Faith Matters

Brian Wilson: The power of community

The power of community and human interaction is recognised by both faith and science, with face-to-face contact being a 'biological forcefield against disease and decline'. Dr Brian Wilson explores why communal bonds are so important in the Christian life

In an example of the 'communion' formed by the connection between believers, Pope Francis greets the faithful at the end of one of his weekly general audiences in the Paul VI hall at the Vatican this summer. Picture by AP Photo/Riccardo De Luca
Dr Brian Wilson

"I'M out there in the sea and it's just me and the water. It's then that I begin to think of how small I am in this huge world. Yet, it's when out surfing in Portrush, with only the wind and water for company, that I seem connected to something bigger."

My cousin had invited me round for dinner and I was intrigued by his marine experiences which drew him to reflection. He had grown up in a Catholic family but had stopped going to Mass as he got older, but becoming a father for the first time recently had changed his perspective.

We discussed several topics around life, faith and religion. On the religious front, one thing we agreed on was the unique power of faith to bring people together.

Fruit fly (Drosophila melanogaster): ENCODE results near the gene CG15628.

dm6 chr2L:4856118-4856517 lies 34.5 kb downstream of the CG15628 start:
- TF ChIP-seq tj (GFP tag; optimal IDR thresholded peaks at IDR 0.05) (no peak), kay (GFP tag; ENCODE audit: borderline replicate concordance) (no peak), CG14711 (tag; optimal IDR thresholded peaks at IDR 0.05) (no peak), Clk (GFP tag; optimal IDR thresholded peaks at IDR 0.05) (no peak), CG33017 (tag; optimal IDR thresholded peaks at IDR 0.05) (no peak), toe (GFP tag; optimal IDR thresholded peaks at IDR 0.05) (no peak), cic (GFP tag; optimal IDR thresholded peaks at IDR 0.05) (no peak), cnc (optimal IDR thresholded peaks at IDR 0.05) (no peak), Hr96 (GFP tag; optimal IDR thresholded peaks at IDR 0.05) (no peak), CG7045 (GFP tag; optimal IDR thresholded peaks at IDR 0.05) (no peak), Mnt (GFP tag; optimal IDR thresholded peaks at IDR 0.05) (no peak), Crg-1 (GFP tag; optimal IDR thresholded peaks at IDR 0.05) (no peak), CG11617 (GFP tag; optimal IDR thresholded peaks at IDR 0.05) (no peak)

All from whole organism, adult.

"Even today," he said, "with all of our gadgets, information and connectivity, in many ways it's a lonely world. I think the faith-based approach to community is one of its greatest strengths. It can unite people in ways which nothing else can."

A few weeks later I sat down to read a book by Pope Benedict XVI: Jesus, the Apostles and the Early Church.

The book makes it clear from the beginning that Jesus wanted to bring people together: "Even if his preaching is always an appeal for personal conversion, in reality he continually aims to build the People of God whom he came to bring together, purify, and save. He truly came to unite the People of God."

This is in direct conflict to what Pope Benedict calls an "individualism of liberal theology in recent years" which has led to a slogan he refers to, "Jesus yes, Church no".

He notes that in some parts of the Bible it says that members of the early Church community appointed leaders in every Church; elsewhere it says it is the Spirit who has made them guardians of the flock.

Clearly, for the early Church, the action of the Spirit and the action of its community are deeply interwoven. The correct interpretation, therefore, is, "Jesus yes, Church community yes".

In recent years, researchers have realised the huge benefits of community to human health. It has been known for some time that in every part of the developed world, women live an average of six to eight years longer than men.

But it was recently discovered that there is one place in the world where men live to the same age as women: Sardinia, an Italian island in the Mediterranean. Here there are also six times as many centenarians as on the Italian mainland, less than 200 miles away.

Susan Pinker, a psychologist and author, set out to find why. It turned out that the answer lay in the power of community.

Pinker visited Villagrande, a town on the Italian island, and was struck by its tightly spaced houses, interwoven alleys and streets: "It meant that the villagers' lives constantly intersect. Like all ancient villages, Villagrande could not have survived without its structure, without its Cathedral, without its village square. Defence and social cohesion defined its design."